Over the past several years, PayPal (NASDAQ: PYPL) has embarked on a number of novel strategies to expand its payment processing footprint. The company made a number of rapid-fire acquisitions last year: iZettle -- called the Square of Europe; online marketplace payment processor Hyperwallet; fraud prevention specialist Simility; and artificial intelligence (AI) start-up Jetlore.
Long before these recent deals, the company acquired international money transfer app Xoom in 2015.
Now, PayPal is expanding Xoom to 32 countries across Europe.
Image source: PayPal.
A more affordable way to move money
PayPal announced Monday that Xoom will now be available in Austria, France, Germany, Italy, Spain, Portugal, and many other countries, bringing the service to more than 130 markets worldwide.
This may not sound like big business, but consider this: The global remittance market reached $689 billion in 2018, up from $633 billion in 2017. This year, remittances to low- and middle-income countries are expected to reach $550 billion, making it their largest source of external financing. The majority of the funds come from family members living across the developed world.
Moving money across borders has historically lacked speed and efficiency, and recipients didn't know when they might see the money, if at all. Expanding Xoom gives both existing and potential customers a way to send money to the unbanked and underbanked in countries around the world. The funds can be sent from any computer or mobile device, and then be accessed across the world. The money can be deposited into a bank account, be available for pick-up, or be delivered directly to the recipient's door.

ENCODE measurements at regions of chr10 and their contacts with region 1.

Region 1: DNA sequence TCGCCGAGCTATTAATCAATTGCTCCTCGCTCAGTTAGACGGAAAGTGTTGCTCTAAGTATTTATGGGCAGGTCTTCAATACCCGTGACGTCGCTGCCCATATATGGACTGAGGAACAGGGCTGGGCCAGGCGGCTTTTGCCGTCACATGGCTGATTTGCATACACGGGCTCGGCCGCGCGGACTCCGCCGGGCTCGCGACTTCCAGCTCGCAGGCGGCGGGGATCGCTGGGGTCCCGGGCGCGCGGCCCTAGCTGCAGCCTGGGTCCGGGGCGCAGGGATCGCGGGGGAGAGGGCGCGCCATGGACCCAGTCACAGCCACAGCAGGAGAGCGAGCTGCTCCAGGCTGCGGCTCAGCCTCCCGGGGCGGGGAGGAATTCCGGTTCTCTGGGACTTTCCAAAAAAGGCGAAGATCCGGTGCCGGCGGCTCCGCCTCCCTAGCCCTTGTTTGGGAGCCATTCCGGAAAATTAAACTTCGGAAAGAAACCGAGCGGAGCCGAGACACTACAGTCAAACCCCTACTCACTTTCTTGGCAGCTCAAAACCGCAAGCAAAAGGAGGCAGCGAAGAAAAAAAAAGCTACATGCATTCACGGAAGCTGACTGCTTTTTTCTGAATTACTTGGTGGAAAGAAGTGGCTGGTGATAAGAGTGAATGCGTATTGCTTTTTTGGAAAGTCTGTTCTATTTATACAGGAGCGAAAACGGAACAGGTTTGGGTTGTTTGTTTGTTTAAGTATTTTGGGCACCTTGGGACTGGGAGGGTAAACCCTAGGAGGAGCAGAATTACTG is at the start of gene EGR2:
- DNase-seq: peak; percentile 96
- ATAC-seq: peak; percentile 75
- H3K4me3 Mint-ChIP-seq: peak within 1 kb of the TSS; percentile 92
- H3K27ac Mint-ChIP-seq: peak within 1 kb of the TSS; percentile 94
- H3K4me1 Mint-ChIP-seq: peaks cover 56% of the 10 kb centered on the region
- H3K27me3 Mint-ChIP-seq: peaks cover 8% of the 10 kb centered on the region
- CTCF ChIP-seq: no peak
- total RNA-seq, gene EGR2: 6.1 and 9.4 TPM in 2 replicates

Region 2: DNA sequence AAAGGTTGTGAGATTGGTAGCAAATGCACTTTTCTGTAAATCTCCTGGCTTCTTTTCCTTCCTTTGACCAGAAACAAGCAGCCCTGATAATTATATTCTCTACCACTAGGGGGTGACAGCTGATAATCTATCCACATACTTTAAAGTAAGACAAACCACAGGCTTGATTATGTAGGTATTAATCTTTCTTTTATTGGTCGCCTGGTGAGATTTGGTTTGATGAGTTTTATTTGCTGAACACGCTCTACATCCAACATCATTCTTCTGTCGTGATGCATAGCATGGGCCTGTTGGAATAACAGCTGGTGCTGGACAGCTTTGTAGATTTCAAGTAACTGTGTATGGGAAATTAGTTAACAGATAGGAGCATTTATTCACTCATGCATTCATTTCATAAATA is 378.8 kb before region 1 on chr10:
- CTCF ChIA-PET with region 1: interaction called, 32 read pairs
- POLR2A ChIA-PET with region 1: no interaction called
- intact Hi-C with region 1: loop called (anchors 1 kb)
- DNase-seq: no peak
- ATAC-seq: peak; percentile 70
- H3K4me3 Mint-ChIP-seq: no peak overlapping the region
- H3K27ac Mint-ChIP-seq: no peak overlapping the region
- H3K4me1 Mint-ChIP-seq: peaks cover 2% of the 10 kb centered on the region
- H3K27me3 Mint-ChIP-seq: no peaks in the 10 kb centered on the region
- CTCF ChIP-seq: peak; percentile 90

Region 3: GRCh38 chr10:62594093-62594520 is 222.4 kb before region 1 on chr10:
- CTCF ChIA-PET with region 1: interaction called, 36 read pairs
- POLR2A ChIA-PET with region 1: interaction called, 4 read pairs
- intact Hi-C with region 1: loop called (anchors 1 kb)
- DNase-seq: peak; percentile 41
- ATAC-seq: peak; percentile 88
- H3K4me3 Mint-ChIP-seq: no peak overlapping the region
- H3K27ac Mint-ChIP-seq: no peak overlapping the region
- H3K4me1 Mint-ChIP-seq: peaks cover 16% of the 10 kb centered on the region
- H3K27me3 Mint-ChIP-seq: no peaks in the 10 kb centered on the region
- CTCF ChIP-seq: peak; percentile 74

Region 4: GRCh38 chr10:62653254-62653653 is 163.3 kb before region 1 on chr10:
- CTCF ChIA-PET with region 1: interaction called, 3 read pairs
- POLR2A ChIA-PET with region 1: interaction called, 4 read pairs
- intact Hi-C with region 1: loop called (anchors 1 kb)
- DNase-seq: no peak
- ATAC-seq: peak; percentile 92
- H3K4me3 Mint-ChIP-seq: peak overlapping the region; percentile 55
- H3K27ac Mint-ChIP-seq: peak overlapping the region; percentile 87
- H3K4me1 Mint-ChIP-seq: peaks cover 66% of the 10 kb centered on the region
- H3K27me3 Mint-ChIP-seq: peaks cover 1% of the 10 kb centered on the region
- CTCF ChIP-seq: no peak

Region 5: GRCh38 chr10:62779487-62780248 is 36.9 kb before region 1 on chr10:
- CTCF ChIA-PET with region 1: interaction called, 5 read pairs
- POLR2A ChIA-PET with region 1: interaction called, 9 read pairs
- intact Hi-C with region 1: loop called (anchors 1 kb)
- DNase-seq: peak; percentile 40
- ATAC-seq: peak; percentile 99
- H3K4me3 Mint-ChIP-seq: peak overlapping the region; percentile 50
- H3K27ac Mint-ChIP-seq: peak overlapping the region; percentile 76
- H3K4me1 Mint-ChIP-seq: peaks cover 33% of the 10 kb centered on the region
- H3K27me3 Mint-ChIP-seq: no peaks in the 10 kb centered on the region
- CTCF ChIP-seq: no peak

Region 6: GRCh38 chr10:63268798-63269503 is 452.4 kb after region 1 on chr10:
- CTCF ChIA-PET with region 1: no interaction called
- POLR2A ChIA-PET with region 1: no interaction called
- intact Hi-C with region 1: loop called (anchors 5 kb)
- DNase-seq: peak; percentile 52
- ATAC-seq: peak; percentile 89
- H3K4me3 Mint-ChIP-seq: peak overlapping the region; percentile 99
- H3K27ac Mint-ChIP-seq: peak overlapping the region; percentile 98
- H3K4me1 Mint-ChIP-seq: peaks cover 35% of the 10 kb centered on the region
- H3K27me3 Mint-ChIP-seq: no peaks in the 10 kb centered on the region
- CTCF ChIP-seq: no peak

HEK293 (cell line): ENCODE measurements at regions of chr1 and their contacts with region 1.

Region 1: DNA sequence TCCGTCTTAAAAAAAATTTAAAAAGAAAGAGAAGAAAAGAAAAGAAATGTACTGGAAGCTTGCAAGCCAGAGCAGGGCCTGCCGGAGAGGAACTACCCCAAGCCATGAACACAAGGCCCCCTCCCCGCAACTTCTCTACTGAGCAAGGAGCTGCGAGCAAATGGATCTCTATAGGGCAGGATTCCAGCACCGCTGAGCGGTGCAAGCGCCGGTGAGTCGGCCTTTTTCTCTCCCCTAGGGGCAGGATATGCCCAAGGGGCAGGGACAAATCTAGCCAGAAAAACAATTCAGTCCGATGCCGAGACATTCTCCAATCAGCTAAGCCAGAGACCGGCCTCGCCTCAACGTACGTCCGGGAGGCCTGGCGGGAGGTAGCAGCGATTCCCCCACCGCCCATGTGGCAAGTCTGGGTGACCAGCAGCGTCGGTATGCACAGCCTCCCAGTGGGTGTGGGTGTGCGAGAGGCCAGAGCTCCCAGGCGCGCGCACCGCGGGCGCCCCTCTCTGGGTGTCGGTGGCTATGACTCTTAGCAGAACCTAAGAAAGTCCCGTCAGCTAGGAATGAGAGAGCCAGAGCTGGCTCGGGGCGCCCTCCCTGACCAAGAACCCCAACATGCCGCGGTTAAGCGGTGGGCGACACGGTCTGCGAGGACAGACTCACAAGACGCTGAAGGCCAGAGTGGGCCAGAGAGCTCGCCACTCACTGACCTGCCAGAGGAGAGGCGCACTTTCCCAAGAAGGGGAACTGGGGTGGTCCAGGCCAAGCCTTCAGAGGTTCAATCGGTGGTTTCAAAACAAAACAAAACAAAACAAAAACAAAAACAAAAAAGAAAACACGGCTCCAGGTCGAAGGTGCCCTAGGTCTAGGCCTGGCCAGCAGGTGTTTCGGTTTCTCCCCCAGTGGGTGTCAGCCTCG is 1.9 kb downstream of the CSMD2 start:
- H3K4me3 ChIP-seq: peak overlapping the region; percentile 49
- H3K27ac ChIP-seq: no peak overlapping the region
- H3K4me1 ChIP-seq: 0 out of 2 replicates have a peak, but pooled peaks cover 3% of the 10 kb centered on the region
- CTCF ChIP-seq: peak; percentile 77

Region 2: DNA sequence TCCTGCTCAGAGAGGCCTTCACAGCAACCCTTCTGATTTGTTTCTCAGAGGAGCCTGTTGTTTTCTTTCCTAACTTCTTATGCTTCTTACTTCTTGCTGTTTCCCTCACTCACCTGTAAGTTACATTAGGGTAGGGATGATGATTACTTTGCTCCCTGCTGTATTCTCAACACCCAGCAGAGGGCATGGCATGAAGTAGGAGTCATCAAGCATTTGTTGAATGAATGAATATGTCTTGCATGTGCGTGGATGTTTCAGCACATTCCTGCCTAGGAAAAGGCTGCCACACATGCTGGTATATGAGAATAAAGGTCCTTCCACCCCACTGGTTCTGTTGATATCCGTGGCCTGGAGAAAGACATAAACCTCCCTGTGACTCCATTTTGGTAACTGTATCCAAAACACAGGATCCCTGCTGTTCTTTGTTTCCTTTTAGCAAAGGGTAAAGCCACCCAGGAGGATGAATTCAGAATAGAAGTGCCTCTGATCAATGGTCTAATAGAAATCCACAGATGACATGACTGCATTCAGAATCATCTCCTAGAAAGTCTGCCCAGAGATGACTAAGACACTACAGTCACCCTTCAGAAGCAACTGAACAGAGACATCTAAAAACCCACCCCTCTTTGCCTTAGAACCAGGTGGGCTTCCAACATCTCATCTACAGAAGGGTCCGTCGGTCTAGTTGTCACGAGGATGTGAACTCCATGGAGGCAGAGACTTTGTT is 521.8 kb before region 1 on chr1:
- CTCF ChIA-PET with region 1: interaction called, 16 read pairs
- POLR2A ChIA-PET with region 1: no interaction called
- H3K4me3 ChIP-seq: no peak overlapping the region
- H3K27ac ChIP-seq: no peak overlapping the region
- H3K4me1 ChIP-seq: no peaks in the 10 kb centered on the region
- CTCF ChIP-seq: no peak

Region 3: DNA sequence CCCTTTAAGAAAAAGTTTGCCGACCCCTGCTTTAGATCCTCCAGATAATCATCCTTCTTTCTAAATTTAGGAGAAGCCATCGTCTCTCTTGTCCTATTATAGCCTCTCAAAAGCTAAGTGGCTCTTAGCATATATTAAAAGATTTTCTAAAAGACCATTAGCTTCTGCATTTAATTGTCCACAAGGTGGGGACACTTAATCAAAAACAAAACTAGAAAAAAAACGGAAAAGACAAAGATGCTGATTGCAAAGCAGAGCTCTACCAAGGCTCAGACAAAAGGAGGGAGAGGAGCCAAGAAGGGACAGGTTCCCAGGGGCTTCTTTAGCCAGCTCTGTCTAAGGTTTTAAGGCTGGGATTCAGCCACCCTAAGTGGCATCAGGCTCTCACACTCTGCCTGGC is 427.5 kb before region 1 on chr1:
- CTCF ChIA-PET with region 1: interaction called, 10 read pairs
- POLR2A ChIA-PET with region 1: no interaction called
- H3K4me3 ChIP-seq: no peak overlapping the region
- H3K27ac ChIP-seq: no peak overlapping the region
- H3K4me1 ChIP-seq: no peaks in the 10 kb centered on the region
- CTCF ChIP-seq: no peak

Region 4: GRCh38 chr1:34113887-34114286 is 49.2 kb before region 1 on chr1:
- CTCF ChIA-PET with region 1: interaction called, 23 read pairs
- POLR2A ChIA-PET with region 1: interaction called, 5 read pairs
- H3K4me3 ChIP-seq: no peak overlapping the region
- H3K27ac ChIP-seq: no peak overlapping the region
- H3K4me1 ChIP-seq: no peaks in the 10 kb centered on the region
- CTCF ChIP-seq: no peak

Different ways to grow
A look at PayPal's investments over the past several years shows that the company is taking a very eclectic path to expansion.
iZettle granted PayPal a massive foothold in Europe. At the time of the acquisition, the company served more than 500,000 business in Europe and the Americas. Even more importantly, it gave PayPal entry into markets where it had little or no presence.
Jetlore provided AI-powered predictive analytics that helps merchants optimize both content and communication with customers, helping predict the color choices, size, and styles for each customer that will most likely result in a purchase. The service was already being used by some of the world's largest retailers.
Hyperwallet specialized in distributing payments to both individuals and merchants that sell products on online marketplaces. This may not sound like much, but the company can disburse payments in multiple currencies and in more than 200 countries around the globe. These payments can be made by way of bank accounts, cash pickups, debit and prepaid cards, checks, and most importantly via PayPal.
Simility provided PayPal with AI-based technology that helps merchants detect fraud while improving their risk management profile.
Most recently, PayPal made a $750 million strategic investment in MercadoLibre (NASDAQ: MELI) the largest and most successful e-commerce provider in Latin America. By partnering with the regional leader, PayPal saw an opportunity to "integrate our respective capabilities to create unique and valuable payment experiences for our combined 500 million customers throughout the region and around the world," said Dan Schulman, president and CEO of PayPal.
The single thread that joins each of these acquisitions is that each helped PayPal expand in different ways -- by providing additional merchant tools, consumer capabilities, or international opportunities. Add these to PayPal's already robust ecosystem, and you can see how the company's wide-reaching approach is taking it to all corners of the payments ecosystem -- and the world.
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